Report The Scam

Reporting helps protect others. While agencies can’t always track down perpetrators of crimes against scammers, they can utilize the information gathered to record patterns of abuse which may lead to action being taken against a company or industry.

Report your issue to the following agencies based on the nature of the scam:

  • Local Law Enforcement: Consumers are encouraged to report scams to their local police department or sheriff’s office, especially if you lost money or property or had your identity compromised.
  • Federal Trade Commission: Contact the Federal Trade Commission (FTC) at 1-877-FTC-HELP (1-877-382-4357) or use the Online Complaint Assistant to report various types of fraud, including counterfeit checks, lottery or sweepstakes scams, and more.
  • If someone is using your personal information, like your Social Security, credit card, or bank account number, to open new accounts, make purchases, or get a tax refund, report it at This federal government site will also help you create your Identity Theft Report and a personal recovery plan based on your situation. Questions can be directed to 877-ID THEFT.

How To Recognize a Phishing Scam

Scammers use email or text messages to try to steal your passwords, account numbers, or Social Security numbers. If they get that information, they could get access to your email, bank, or other accounts. Or they could sell your information to other scammers. Scammers launch thousands of phishing attacks like these every day — and they’re often successful.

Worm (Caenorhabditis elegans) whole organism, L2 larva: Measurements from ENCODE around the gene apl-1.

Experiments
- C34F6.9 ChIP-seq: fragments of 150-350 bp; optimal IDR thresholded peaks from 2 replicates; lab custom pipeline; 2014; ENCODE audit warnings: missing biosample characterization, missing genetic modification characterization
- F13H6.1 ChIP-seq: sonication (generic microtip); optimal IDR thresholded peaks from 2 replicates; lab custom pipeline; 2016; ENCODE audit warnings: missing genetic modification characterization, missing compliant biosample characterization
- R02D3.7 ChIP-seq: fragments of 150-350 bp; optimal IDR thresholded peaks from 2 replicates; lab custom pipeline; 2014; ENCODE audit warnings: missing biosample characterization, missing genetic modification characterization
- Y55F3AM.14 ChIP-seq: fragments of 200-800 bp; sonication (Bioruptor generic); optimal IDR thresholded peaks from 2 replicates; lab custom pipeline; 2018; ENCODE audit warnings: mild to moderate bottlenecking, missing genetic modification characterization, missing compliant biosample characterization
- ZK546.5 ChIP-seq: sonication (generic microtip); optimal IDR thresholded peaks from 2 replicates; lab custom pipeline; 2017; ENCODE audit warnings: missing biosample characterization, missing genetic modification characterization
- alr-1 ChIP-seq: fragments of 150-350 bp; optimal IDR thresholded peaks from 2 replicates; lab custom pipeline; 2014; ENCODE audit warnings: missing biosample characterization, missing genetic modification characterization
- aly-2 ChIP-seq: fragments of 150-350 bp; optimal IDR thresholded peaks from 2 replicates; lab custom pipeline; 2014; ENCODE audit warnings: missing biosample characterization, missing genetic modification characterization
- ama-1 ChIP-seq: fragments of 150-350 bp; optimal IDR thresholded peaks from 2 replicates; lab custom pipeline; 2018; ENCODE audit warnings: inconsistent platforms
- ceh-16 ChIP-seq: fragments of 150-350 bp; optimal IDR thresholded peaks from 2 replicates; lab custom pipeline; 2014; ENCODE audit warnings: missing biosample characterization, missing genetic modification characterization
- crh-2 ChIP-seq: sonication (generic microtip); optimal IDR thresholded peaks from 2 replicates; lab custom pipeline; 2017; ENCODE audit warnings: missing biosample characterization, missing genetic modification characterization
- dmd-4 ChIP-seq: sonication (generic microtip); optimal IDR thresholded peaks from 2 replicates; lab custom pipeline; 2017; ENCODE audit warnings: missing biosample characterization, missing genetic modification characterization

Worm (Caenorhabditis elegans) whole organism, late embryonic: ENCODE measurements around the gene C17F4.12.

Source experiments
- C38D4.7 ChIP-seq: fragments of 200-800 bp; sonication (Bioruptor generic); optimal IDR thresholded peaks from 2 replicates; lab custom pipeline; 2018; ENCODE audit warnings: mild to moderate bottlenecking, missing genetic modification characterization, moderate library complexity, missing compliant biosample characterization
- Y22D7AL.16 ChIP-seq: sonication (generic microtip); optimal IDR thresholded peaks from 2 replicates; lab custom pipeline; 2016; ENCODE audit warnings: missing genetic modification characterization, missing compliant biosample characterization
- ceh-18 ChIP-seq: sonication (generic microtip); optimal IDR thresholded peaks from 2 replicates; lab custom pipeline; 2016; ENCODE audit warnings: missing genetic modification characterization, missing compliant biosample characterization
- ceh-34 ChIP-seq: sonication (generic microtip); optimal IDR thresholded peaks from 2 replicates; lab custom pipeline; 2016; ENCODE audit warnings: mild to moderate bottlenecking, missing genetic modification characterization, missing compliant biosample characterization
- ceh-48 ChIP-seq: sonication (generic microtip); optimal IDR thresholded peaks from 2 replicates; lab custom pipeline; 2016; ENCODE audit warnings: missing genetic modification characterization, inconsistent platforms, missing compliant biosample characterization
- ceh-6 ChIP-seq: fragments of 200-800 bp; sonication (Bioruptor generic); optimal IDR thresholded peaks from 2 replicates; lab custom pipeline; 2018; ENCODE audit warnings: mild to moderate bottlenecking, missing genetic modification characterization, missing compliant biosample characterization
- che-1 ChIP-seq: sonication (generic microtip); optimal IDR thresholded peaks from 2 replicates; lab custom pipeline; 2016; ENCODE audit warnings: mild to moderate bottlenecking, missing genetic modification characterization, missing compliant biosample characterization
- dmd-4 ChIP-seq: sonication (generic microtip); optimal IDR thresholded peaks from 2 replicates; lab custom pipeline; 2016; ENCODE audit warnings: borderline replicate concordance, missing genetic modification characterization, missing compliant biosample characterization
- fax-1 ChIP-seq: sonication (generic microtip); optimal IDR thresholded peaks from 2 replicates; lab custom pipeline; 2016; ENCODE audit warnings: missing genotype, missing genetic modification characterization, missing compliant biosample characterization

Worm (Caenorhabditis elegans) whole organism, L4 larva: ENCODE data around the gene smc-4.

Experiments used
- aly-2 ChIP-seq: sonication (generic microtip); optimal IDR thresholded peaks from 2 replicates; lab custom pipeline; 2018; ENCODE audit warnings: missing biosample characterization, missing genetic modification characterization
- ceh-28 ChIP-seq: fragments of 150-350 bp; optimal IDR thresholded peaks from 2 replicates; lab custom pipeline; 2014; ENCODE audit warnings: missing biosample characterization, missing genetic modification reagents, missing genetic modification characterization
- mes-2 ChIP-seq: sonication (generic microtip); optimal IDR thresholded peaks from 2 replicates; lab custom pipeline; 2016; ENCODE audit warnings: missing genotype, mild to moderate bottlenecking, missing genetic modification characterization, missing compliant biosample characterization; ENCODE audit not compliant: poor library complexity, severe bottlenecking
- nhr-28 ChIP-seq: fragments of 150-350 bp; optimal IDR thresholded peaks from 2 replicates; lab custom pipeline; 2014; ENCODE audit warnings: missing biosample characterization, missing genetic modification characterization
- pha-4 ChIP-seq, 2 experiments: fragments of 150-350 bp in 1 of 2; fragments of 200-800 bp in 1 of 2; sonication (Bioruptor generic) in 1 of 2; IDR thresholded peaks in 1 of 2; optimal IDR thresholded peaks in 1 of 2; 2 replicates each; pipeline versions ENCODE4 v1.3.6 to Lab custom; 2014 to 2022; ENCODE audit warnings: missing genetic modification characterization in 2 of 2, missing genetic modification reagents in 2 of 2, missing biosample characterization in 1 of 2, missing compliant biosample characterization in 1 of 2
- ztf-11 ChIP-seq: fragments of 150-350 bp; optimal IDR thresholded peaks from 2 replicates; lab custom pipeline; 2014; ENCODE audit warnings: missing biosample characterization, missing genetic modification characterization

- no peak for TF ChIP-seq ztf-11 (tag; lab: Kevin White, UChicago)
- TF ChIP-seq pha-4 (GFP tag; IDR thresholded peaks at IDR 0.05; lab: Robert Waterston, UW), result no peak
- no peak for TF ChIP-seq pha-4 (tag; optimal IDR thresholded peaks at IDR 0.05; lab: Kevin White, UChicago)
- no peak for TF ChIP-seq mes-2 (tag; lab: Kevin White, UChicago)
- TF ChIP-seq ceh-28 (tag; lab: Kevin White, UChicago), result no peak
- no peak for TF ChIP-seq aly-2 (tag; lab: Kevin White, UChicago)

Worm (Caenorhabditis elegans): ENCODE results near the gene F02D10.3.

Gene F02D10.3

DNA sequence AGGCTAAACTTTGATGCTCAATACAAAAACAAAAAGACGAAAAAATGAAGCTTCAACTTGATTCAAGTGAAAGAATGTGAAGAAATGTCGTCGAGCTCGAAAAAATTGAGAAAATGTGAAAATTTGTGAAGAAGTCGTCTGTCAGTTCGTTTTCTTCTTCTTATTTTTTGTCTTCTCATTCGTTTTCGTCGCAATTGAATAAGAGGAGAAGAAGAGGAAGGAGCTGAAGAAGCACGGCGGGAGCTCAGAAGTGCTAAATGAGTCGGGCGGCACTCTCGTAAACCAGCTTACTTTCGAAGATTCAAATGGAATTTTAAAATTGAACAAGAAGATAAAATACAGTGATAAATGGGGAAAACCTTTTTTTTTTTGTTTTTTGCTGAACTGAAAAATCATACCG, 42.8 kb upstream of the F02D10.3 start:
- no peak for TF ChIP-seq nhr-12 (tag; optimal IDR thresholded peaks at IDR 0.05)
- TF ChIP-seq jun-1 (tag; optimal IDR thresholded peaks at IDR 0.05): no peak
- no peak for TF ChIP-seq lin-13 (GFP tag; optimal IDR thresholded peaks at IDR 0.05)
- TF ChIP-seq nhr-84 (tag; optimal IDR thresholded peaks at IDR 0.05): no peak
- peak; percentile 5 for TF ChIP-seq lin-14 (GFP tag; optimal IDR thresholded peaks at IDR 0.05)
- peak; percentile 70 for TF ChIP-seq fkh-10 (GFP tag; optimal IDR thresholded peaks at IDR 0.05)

Scammers often update their tactics to keep up with the latest news or trends, but here are some common tactics used in phishing emails or text messages:

Phishing emails and text messages often tell a story to trick you into clicking on a link or opening an attachment. You might get an unexpected email or text message that looks like it’s from a company you know or trust, like a bank or a credit card or utility company. Or maybe it’s from an online payment website or app. The message could be from a scammer, who might

  • say they’ve noticed some suspicious activity or log-in attempts — they haven’t
  • claim there’s a problem with your account or your payment information — there isn’t
  • say you need to confirm some personal or financial information — you don’t
  • include an invoice you don’t recognize — it’s fake
  • want you to click on a link to make a payment — but the link has malware
  • say you’re eligible to register for a government refund — it’s a scam
  • offer a coupon for free stuff — it’s not real

About Online Threat Alerts (OTA)

Online Threat Alerts or OTA is an anti-cybercrime community that started in 2012. OTA alerts the public to cyber crimes and other web threats.

By alerting the public, we have prevented a lot of online users from getting scammed or becoming victims of cybercrimes.

With the ever-increasing number of people going online, it important to have a community like OTA that continuously alerts or protects those same people from cyber-criminals, scammers and hackers, who are every day finding new ways of carrying out their malicious activities.

Online users can help by reporting suspicious or malicious messages or websites to OTA. And, if they want to determine if a message or website is a threat or scam, they can use OTA's search engine to search for the website or parts of the message for information.

Help maintain Online Threat Alerts (OTA).

Is Salecb a Scam Online Power Tool Store?